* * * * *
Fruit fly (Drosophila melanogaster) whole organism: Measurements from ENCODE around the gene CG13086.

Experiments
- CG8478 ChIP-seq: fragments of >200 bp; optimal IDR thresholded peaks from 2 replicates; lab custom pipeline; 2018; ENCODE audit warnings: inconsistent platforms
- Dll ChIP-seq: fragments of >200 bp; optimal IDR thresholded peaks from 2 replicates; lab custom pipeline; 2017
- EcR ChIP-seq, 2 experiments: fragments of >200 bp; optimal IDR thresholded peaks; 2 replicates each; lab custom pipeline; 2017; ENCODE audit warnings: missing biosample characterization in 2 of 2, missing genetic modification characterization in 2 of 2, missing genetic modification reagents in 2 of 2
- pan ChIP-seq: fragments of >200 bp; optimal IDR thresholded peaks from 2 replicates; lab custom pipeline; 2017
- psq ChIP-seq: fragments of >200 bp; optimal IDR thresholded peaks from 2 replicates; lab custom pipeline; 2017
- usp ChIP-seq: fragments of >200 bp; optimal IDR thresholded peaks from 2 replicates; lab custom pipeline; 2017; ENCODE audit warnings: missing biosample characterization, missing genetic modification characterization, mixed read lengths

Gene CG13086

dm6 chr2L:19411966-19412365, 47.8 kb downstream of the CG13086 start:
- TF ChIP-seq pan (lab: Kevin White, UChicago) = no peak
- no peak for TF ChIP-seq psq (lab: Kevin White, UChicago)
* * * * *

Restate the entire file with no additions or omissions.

Fruit fly (Drosophila melanogaster) whole organism: Measurements from ENCODE around the gene CG13086.

Experiments
- CG8478 ChIP-seq: fragments of >200 bp; optimal IDR thresholded peaks from 2 replicates; lab custom pipeline; 2018; ENCODE audit warnings: inconsistent platforms
- Dll ChIP-seq: fragments of >200 bp; optimal IDR thresholded peaks from 2 replicates; lab custom pipeline; 2017
- EcR ChIP-seq, 2 experiments: fragments of >200 bp; optimal IDR thresholded peaks; 2 replicates each; lab custom pipeline; 2017; ENCODE audit warnings: missing biosample characterization in 2 of 2, missing genetic modification characterization in 2 of 2, missing genetic modification reagents in 2 of 2
- pan ChIP-seq: fragments of >200 bp; optimal IDR thresholded peaks from 2 replicates; lab custom pipeline; 2017
- psq ChIP-seq: fragments of >200 bp; optimal IDR thresholded peaks from 2 replicates; lab custom pipeline; 2017
- usp ChIP-seq: fragments of >200 bp; optimal IDR thresholded peaks from 2 replicates; lab custom pipeline; 2017; ENCODE audit warnings: missing biosample characterization, missing genetic modification characterization, mixed read lengths

Gene CG13086

dm6 chr2L:19411966-19412365, 47.8 kb downstream of the CG13086 start:
- TF ChIP-seq pan (lab: Kevin White, UChicago) = no peak
- no peak for TF ChIP-seq psq (lab: Kevin White, UChicago)